When I was at ALA MidWinter 2015, I attended the FRBR Interest Group meeting which was discussing the topic of whether or not FRBR was dead. At the meeting, it was revealed that while some felt that BIBFRAME supersedes the FRBR model and makes it irrelevant, there are others who feel that FRBR is an essential model for teaching RDA and linked data concepts (at least as it relates to library data) as well as for using "cataloguer's judgement". I tend to fall into the latter category of librarians. At the end of the meeting, the conclusion was that the interest group should not fold and that FRBR still lives - although it is need of updating and enriching.
I attended the same interest group meeting at Midwinter 2016 to find another discussion of FRBR and the new Library Reference Model (LRM). As it turns out, some attendees were aware the LRM had been released a few months earlier but nobody who spoke seemed to be knowledgeable about the document contents beyond being able to give their initial opinions of what they read. This is understandable. With the new models, it does take quite a bit of reading and reflecting to be able to make sense of them let alone evaluate or critique them.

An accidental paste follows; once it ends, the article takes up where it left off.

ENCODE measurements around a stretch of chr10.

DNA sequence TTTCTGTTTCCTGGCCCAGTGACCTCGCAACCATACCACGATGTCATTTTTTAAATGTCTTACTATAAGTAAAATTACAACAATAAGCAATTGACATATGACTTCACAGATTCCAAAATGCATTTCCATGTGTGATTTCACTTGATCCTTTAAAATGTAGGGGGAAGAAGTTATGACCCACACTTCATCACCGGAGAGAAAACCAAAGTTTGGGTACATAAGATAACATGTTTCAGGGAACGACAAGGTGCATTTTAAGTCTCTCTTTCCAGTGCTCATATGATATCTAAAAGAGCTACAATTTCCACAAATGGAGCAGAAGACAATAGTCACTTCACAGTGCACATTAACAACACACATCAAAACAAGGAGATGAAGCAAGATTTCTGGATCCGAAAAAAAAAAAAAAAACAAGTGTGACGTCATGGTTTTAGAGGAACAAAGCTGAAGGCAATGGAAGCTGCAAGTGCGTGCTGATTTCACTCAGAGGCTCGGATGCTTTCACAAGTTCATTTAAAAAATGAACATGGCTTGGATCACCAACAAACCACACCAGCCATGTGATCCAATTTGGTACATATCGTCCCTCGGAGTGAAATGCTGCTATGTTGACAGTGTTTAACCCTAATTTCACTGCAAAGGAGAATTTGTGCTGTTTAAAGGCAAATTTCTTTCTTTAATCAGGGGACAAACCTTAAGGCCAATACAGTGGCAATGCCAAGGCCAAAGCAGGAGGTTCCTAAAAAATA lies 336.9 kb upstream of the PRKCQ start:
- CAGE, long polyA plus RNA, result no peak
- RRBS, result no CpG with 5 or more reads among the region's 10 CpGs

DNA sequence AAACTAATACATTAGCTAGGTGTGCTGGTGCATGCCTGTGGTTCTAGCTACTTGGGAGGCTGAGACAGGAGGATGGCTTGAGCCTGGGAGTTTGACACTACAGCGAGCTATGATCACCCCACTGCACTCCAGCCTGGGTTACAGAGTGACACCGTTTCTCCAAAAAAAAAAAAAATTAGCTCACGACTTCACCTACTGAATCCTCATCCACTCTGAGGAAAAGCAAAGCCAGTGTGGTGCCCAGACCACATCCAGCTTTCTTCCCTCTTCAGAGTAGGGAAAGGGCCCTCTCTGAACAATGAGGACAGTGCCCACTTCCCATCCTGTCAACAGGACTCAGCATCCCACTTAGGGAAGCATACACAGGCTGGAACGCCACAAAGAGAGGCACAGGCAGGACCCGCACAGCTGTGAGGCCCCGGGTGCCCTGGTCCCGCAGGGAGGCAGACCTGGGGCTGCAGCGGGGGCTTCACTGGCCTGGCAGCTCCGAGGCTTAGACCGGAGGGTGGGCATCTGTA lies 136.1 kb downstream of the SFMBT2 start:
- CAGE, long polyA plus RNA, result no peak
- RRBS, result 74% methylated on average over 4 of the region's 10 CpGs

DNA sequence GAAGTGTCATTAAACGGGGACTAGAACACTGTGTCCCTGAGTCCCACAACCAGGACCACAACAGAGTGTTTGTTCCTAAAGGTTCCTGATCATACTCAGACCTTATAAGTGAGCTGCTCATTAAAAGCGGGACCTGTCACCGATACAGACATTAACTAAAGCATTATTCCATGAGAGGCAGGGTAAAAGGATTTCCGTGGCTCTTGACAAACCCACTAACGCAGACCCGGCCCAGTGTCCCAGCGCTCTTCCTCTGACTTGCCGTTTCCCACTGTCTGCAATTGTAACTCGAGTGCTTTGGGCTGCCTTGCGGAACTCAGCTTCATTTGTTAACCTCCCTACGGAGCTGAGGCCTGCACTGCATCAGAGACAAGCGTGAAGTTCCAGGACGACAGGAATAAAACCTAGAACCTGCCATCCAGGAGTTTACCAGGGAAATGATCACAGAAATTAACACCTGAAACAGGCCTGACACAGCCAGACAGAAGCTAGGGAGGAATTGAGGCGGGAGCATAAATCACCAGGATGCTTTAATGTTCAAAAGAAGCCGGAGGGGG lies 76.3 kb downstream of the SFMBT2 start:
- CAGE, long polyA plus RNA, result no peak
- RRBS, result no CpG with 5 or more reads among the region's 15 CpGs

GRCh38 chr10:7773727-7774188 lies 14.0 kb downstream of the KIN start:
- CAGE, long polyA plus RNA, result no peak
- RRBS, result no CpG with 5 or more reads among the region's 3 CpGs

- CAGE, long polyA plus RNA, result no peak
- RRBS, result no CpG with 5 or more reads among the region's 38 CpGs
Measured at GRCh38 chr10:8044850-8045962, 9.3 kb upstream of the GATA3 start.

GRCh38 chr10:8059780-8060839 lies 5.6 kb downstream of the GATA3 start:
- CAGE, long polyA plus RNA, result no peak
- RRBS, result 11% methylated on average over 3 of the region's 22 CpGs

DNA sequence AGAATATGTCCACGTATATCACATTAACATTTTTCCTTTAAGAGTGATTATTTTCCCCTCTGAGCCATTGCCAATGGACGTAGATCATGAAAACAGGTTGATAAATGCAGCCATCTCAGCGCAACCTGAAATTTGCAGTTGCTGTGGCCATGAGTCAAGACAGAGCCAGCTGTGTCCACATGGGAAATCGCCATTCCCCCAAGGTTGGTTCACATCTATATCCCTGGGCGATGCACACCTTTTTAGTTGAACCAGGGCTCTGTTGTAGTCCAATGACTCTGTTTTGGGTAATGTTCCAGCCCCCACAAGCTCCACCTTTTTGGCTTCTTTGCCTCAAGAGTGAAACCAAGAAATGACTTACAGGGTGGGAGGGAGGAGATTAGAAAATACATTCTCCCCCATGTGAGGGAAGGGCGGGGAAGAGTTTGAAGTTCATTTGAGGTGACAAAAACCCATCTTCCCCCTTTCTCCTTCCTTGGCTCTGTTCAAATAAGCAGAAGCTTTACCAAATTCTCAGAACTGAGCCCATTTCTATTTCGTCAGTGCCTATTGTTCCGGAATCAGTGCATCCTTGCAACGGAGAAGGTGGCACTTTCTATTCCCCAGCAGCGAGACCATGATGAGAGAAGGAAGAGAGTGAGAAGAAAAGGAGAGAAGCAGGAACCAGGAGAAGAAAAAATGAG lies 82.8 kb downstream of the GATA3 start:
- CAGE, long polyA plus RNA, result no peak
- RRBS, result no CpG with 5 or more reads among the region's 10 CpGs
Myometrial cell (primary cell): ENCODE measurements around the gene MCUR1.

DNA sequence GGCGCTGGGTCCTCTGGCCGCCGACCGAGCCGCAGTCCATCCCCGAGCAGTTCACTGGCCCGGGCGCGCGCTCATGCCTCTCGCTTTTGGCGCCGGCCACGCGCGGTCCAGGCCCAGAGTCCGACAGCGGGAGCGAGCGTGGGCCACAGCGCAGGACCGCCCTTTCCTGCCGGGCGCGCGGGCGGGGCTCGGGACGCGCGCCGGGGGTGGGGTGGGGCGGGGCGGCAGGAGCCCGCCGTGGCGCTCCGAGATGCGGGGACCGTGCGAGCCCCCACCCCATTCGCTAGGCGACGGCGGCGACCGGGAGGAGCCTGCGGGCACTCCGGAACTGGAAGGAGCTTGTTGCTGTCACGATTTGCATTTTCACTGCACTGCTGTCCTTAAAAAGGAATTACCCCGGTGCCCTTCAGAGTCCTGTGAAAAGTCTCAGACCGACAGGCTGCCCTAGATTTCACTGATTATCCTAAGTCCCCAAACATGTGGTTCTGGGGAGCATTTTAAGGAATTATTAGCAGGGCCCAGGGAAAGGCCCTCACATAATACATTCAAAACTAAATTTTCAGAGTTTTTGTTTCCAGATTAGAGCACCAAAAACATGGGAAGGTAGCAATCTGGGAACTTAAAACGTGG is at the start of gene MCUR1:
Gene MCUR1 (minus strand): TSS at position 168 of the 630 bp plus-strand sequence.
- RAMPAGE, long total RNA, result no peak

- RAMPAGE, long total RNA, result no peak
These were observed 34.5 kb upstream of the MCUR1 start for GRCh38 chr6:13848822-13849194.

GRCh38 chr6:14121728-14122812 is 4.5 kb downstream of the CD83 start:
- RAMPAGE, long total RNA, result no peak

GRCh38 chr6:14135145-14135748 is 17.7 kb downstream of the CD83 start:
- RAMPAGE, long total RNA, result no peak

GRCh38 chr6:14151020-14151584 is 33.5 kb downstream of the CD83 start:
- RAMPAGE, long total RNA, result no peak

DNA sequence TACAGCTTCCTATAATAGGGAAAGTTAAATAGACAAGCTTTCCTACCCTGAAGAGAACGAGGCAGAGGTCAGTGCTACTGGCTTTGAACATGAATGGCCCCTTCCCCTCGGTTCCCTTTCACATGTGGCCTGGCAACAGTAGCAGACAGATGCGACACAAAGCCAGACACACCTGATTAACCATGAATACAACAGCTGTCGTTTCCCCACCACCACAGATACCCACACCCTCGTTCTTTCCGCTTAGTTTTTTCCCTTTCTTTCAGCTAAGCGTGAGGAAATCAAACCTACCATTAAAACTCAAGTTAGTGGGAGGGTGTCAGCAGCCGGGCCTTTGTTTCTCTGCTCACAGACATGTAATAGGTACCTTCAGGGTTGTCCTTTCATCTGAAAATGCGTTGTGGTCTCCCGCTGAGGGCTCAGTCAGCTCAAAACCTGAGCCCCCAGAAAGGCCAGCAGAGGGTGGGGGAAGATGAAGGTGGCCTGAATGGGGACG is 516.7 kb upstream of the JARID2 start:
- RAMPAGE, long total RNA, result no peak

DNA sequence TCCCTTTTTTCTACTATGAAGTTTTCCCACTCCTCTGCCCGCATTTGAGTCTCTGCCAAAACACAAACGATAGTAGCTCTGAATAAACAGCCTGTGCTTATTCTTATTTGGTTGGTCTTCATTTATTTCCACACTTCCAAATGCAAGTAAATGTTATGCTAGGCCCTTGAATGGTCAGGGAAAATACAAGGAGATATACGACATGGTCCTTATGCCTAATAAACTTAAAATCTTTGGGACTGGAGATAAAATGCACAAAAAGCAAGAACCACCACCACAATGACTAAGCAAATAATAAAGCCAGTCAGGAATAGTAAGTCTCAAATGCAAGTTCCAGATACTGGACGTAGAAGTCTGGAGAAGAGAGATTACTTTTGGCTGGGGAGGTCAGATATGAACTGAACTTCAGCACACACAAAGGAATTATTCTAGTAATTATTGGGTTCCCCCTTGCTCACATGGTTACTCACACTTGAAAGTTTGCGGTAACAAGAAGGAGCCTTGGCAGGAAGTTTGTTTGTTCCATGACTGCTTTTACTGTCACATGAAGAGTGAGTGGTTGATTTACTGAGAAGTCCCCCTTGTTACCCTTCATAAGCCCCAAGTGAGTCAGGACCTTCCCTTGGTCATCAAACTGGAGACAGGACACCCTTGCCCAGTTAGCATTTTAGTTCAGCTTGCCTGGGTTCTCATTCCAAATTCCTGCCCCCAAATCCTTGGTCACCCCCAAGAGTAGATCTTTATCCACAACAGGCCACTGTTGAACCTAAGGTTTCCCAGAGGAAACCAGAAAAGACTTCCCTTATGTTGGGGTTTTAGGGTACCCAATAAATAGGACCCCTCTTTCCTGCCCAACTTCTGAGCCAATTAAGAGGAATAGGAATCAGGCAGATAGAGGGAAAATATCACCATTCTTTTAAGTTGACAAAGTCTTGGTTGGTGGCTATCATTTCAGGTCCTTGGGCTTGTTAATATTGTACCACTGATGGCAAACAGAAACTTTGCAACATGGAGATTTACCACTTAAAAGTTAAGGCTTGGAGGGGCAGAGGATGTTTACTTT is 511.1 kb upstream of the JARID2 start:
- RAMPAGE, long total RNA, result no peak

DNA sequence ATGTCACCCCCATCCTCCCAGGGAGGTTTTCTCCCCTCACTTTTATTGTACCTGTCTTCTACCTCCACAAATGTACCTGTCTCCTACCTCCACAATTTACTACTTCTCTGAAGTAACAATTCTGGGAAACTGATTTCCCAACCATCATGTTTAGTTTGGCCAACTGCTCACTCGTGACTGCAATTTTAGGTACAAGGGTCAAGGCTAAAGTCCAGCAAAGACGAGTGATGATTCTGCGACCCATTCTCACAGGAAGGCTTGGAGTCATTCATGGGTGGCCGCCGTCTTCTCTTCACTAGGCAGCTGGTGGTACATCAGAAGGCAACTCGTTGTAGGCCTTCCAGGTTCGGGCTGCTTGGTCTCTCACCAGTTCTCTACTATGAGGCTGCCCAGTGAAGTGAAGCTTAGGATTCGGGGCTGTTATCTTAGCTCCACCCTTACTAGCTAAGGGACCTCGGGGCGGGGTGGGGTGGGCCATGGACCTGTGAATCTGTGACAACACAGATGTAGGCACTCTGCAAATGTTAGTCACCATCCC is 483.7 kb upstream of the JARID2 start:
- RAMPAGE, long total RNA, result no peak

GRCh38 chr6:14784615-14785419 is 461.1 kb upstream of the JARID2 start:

Since then the FRBR Review group has created a blog at https://frbropencomments.wordpress.com/ where librarians can read the projected changes to the FRBR model (LRM) and post their comments. Comments can be posted until May 1st, 2016.
I really love collaborative projects and I particularly enjoy it when the collaborations are international in scope. We are undergoing massive changes in cataloging and metadata and the more heads that are working on the models, the better. I look forward to seeing how successful this approach is in terms of generating deep, diverse and intelligent reflections on the model and what it means for the practice of creating metadata and the systems which use it.
It is quite interesting to see that content from tweets is also embedded in the main page. The rate at which change is occurring in our field and the global context in which the changes are happening seems to make the use of social media an increasingly critical part of both keeping up to date and discussing the changes as they are proposed and/or implemented.
If you haven't had a look at LRM yet, you may want to have a look at the link to the blog. You can find the document there as well as comments which have already been posted. I think that it is exciting that we are starting to see metadata collaborations occurring in an open global platform such as this.